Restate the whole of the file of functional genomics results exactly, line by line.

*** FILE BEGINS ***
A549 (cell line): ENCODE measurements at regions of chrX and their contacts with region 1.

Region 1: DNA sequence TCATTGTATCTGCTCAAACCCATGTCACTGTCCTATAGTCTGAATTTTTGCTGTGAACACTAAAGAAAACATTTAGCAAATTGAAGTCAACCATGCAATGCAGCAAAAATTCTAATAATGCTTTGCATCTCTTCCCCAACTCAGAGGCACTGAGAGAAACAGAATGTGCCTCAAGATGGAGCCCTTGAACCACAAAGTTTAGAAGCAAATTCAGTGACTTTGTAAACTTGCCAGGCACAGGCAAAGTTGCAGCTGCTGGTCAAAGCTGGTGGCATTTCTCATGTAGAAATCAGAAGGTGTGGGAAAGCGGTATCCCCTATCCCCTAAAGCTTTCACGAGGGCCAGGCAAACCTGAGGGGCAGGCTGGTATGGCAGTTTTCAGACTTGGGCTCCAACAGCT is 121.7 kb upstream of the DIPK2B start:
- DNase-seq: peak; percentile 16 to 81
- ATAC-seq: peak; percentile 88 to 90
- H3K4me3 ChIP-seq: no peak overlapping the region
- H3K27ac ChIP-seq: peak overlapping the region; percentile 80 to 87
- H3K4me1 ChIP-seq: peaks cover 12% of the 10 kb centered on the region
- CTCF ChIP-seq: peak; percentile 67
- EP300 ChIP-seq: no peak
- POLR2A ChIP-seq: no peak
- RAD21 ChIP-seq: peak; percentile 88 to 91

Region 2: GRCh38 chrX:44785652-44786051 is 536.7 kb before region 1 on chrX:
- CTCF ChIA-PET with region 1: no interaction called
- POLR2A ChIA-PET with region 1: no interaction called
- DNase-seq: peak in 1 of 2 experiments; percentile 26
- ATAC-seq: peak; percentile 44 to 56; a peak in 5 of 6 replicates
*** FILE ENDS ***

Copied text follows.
A549 (cell line): ENCODE measurements at regions of chrX and their contacts with region 1.

Region 1: DNA sequence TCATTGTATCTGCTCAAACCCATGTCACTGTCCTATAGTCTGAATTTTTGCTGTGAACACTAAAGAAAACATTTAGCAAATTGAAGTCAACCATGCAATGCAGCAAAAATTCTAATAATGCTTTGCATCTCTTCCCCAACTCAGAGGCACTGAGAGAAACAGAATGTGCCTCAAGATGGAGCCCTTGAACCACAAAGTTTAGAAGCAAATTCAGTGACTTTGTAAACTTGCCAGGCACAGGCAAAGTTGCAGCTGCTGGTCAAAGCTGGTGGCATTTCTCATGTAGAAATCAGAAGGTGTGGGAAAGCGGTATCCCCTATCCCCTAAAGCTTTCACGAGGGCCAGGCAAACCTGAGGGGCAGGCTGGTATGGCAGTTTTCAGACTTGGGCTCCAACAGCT is 121.7 kb upstream of the DIPK2B start:
- DNase-seq: peak; percentile 16 to 81
- ATAC-seq: peak; percentile 88 to 90
- H3K4me3 ChIP-seq: no peak overlapping the region
- H3K27ac ChIP-seq: peak overlapping the region; percentile 80 to 87
- H3K4me1 ChIP-seq: peaks cover 12% of the 10 kb centered on the region
- CTCF ChIP-seq: peak; percentile 67
- EP300 ChIP-seq: no peak
- POLR2A ChIP-seq: no peak
- RAD21 ChIP-seq: peak; percentile 88 to 91

Region 2: GRCh38 chrX:44785652-44786051 is 536.7 kb before region 1 on chrX:
- CTCF ChIA-PET with region 1: no interaction called
- POLR2A ChIA-PET with region 1: no interaction called
- DNase-seq: peak in 1 of 2 experiments; percentile 26
- ATAC-seq: peak; percentile 44 to 56; a peak in 5 of 6 replicates